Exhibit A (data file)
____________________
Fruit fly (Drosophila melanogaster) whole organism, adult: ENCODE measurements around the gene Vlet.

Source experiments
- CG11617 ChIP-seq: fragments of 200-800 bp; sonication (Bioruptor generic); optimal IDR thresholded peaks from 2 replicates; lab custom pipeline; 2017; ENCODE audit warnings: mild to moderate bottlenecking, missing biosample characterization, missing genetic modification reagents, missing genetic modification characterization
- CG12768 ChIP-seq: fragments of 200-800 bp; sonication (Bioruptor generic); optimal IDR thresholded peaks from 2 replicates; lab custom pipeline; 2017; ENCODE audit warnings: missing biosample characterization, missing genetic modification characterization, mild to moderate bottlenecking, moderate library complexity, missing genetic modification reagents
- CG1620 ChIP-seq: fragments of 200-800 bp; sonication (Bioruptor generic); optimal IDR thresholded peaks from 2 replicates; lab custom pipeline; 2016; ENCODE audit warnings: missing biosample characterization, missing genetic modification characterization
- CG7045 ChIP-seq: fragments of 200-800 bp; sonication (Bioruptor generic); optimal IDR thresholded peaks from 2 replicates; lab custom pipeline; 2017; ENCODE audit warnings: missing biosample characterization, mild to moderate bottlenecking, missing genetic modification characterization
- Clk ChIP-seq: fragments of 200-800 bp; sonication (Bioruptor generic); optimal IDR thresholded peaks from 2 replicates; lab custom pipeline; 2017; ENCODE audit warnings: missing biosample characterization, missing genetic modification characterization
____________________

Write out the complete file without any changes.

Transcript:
Fruit fly (Drosophila melanogaster) whole organism, adult: ENCODE measurements around the gene Vlet.

Source experiments
- CG11617 ChIP-seq: fragments of 200-800 bp; sonication (Bioruptor generic); optimal IDR thresholded peaks from 2 replicates; lab custom pipeline; 2017; ENCODE audit warnings: mild to moderate bottlenecking, missing biosample characterization, missing genetic modification reagents, missing genetic modification characterization
- CG12768 ChIP-seq: fragments of 200-800 bp; sonication (Bioruptor generic); optimal IDR thresholded peaks from 2 replicates; lab custom pipeline; 2017; ENCODE audit warnings: missing biosample characterization, missing genetic modification characterization, mild to moderate bottlenecking, moderate library complexity, missing genetic modification reagents
- CG1620 ChIP-seq: fragments of 200-800 bp; sonication (Bioruptor generic); optimal IDR thresholded peaks from 2 replicates; lab custom pipeline; 2016; ENCODE audit warnings: missing biosample characterization, missing genetic modification characterization
- CG7045 ChIP-seq: fragments of 200-800 bp; sonication (Bioruptor generic); optimal IDR thresholded peaks from 2 replicates; lab custom pipeline; 2017; ENCODE audit warnings: missing biosample characterization, mild to moderate bottlenecking, missing genetic modification characterization
- Clk ChIP-seq: fragments of 200-800 bp; sonication (Bioruptor generic); optimal IDR thresholded peaks from 2 replicates; lab custom pipeline; 2017; ENCODE audit warnings: missing biosample characterization, missing genetic modification characterization